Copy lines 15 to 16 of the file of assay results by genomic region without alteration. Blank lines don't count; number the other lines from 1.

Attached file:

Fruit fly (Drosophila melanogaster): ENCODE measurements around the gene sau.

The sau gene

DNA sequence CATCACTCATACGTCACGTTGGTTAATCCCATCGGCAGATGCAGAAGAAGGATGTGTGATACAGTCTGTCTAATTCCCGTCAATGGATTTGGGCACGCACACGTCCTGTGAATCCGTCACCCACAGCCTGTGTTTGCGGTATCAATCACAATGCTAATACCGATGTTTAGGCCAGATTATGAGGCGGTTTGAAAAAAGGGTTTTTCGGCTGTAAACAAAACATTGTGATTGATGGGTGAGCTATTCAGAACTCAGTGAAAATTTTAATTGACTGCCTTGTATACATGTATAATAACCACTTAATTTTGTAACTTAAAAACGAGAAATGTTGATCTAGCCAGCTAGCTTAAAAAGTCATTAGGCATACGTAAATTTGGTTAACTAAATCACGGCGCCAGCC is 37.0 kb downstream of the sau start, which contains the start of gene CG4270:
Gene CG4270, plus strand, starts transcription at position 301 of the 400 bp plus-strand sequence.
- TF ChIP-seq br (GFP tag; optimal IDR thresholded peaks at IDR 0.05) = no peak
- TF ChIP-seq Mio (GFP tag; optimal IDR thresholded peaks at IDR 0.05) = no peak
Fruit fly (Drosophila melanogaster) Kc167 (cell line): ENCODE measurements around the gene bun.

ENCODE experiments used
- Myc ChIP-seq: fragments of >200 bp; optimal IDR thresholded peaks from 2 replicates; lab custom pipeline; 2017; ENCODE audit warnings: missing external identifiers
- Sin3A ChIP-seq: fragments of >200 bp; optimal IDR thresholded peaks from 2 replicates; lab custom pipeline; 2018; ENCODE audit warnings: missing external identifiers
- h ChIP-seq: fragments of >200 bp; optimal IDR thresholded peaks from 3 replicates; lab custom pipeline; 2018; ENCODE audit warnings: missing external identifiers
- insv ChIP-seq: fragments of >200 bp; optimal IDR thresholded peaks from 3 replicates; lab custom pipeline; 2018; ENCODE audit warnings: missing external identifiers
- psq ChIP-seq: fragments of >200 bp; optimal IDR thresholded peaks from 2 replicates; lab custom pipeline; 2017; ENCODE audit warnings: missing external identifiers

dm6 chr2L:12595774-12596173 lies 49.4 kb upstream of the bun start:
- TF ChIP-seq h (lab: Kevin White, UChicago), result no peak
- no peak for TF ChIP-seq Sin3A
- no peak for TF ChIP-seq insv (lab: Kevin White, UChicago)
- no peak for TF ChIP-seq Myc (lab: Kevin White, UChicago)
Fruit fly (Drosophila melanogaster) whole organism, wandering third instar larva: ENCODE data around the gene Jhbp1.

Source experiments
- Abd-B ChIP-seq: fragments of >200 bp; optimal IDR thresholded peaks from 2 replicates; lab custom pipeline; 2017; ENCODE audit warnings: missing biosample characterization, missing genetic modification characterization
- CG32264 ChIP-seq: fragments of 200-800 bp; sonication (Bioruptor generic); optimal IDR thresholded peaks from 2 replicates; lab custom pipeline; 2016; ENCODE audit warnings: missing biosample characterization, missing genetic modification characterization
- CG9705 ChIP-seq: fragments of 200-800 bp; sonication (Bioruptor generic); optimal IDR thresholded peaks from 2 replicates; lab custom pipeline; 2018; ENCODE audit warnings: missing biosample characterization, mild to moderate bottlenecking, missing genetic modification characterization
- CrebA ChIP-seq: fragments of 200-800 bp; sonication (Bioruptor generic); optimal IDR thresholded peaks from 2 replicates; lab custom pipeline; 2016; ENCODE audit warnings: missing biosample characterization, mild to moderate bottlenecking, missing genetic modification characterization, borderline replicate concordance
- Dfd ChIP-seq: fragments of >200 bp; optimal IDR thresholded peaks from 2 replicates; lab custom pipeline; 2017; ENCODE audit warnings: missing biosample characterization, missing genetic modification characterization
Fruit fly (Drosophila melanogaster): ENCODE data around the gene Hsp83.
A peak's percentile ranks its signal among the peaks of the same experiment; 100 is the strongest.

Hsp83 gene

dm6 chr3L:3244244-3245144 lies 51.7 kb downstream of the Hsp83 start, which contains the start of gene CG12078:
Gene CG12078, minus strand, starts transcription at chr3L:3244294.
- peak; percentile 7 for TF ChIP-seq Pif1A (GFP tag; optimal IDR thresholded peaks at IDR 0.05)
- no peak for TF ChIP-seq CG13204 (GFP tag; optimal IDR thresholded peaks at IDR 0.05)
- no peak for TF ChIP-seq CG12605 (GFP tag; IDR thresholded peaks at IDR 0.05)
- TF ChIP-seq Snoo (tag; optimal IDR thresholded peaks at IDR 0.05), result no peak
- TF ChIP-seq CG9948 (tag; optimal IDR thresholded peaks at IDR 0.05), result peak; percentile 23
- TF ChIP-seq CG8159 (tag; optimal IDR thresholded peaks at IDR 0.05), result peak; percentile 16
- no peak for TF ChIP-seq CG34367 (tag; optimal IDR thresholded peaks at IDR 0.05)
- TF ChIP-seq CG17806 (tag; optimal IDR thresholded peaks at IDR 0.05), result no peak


- TF ChIP-seq h (lab: Kevin White, UChicago), result no peak
- no peak for TF ChIP-seq Sin3A